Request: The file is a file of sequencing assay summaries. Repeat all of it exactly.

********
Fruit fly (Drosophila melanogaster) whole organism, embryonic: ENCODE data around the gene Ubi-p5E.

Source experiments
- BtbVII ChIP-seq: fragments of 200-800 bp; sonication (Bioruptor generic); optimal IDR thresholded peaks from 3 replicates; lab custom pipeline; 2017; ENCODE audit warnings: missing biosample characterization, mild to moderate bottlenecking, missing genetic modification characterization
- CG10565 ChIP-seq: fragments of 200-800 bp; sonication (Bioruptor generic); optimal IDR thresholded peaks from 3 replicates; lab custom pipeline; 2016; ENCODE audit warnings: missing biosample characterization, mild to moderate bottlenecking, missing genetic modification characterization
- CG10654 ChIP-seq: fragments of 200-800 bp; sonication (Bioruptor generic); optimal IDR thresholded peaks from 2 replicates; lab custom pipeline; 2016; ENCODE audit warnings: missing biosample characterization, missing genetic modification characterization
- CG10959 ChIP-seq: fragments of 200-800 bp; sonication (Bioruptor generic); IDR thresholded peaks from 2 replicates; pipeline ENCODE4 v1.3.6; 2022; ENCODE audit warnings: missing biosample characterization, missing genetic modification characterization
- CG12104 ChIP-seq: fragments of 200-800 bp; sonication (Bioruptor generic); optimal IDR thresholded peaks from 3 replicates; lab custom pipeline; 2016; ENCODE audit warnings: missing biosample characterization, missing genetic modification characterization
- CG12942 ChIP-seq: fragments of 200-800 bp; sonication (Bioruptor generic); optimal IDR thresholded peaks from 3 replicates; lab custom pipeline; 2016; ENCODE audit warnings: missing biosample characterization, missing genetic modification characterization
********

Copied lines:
Fruit fly (Drosophila melanogaster) whole organism, embryonic: ENCODE data around the gene Ubi-p5E.

Source experiments
- BtbVII ChIP-seq: fragments of 200-800 bp; sonication (Bioruptor generic); optimal IDR thresholded peaks from 3 replicates; lab custom pipeline; 2017; ENCODE audit warnings: missing biosample characterization, mild to moderate bottlenecking, missing genetic modification characterization
- CG10565 ChIP-seq: fragments of 200-800 bp; sonication (Bioruptor generic); optimal IDR thresholded peaks from 3 replicates; lab custom pipeline; 2016; ENCODE audit warnings: missing biosample characterization, mild to moderate bottlenecking, missing genetic modification characterization
- CG10654 ChIP-seq: fragments of 200-800 bp; sonication (Bioruptor generic); optimal IDR thresholded peaks from 2 replicates; lab custom pipeline; 2016; ENCODE audit warnings: missing biosample characterization, missing genetic modification characterization
- CG10959 ChIP-seq: fragments of 200-800 bp; sonication (Bioruptor generic); IDR thresholded peaks from 2 replicates; pipeline ENCODE4 v1.3.6; 2022; ENCODE audit warnings: missing biosample characterization, missing genetic modification characterization
- CG12104 ChIP-seq: fragments of 200-800 bp; sonication (Bioruptor generic); optimal IDR thresholded peaks from 3 replicates; lab custom pipeline; 2016; ENCODE audit warnings: missing biosample characterization, missing genetic modification characterization
- CG12942 ChIP-seq: fragments of 200-800 bp; sonication (Bioruptor generic); optimal IDR thresholded peaks from 3 replicates; lab custom pipeline; 2016; ENCODE audit warnings: missing biosample characterization, missing genetic modification characterization